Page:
However, there is a considerable variability in the individual dose–response relationship for cardiac toxicity, and symptoms of CHF may also occur at lower doses. Additional risk factors for anthracycline cardiotoxicity include extremes of age, female gender, underlying cardiovascular (CV) diseases, and predisposing factors such as hypertension and smoking. Moreover, intravenous bolus administration and higher single doses of anthracyclines, concomitant use of cyclophosphamide, taxanes or trastuzumab, and previous mediastinal irradiation can increase the risk of developing cardiac toxicity. Liposomal anthracyclines are generally associated with a lower rate of cardiotoxicity compared to standard anthracyclines; for pegylated liposomal doxorubicin, which has been the most extensively studied, clear evidence shows a better cardiac safety profile. However, high cumulative doses of liposomal anthracyclines may still be associated with cardiac damage (Safra 2003).
The use of cardioprotectants such as dexrazoxane, which acts by chelating iron and decreasing iron-mediated free radical formation, has confirmed efficacy against anthracycline-related cardiac damage. Use of dexrazoxane, however, is recommended, both in the USA and in Europe, only for adult patients with advanced or metastatic breast cancer who have already received >300 mg/m2 doxorubicin, and who may benefit from continued doxorubicin-containing therapy.
Monoclonal antibodies and targeted agents not associated with cumulative dose-related cardiotoxicity: type II agents
Several targeted agents have been identified as causing type II cardiac dysfunction (Table 1), trastuzumab being one of the first shown to adversely affect cardiac function. In patients with advanced disease, the incidence of LVD ranges from 2%–7% when trastuzumab is used as monotherapy, to 2%–13% up to 27% when in combination with paclitaxel and anthracyclines plus cyclophosphamide, respectively. Trastuzumab-related cardiotoxicity includes various degrees of asymptomatic decreased LVEF or, less frequently, symptomatic CHF. Typically, it does not appear to be dose-dependent. Patients who develop cardiotoxicity generally improve once trastuzumab is discontinued, and retreatment is usually possible with a low incidence of LVD recurrence.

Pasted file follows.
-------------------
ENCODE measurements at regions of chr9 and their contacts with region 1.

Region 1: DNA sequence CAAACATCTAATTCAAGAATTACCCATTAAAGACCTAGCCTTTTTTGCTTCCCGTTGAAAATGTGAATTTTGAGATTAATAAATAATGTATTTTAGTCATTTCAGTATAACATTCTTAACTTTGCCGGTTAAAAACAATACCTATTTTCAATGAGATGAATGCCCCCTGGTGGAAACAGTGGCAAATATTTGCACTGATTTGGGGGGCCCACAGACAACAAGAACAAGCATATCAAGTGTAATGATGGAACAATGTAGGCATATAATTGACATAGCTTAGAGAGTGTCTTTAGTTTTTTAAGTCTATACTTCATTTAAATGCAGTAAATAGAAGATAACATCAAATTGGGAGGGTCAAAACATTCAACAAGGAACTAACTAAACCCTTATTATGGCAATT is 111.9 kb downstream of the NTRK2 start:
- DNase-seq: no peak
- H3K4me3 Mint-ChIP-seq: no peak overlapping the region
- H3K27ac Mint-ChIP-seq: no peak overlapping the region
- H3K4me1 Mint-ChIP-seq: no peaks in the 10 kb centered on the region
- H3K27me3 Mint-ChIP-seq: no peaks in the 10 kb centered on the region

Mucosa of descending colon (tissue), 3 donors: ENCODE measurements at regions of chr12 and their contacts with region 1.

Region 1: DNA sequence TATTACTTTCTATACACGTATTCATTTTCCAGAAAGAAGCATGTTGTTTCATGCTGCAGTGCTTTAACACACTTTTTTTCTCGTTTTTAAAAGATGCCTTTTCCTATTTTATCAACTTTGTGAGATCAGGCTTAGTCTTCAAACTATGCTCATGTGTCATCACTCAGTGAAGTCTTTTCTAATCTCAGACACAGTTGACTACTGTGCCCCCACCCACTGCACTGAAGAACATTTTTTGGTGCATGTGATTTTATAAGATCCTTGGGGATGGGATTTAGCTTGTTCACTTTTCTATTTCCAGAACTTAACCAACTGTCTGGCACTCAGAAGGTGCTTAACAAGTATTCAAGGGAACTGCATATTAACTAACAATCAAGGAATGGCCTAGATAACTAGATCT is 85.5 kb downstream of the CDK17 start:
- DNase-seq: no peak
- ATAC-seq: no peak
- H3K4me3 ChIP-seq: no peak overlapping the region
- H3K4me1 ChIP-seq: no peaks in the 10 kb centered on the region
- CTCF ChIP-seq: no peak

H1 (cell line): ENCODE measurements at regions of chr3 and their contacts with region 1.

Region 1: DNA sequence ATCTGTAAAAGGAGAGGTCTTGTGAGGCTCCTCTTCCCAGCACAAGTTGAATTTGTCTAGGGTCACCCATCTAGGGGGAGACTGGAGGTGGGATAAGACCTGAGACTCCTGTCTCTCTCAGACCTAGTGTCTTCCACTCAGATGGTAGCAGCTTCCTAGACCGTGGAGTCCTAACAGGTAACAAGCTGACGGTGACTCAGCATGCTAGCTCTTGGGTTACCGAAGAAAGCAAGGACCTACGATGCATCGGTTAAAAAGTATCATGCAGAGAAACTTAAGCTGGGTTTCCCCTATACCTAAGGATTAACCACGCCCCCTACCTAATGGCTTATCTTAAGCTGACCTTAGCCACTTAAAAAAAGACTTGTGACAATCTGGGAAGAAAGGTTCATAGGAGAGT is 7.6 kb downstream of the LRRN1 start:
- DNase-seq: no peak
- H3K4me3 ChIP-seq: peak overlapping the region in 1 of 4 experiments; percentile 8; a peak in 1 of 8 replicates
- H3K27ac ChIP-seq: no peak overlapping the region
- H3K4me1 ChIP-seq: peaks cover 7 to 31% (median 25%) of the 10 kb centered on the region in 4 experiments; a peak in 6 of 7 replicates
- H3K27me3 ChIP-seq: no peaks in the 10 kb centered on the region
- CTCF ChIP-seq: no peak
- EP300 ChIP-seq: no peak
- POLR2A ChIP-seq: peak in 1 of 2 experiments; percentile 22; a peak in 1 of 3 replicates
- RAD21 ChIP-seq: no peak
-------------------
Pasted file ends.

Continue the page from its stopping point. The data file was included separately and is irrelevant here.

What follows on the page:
Risk factors include partially altered baseline LVEF values, elderly age, prior cardiac diseases, previous cardiotoxic treatments (including media-stinal irradiation and anthracyclines) and CV risk factors.
The temporary cardiomyocyte dysfunction caused by trastuzumab is probably secondary to inhibition of cardiomyocyte human ErbB2 signalling, thereby interfering with normal growth, repair and survival. Apart from HER2-targeting agents, other target agents, such as the antiangiogenic drugs sunitinib and bevacizumab and some tyrosine kinase inhibitors (TKIs) such as imatinib, are also known for their association with LVD.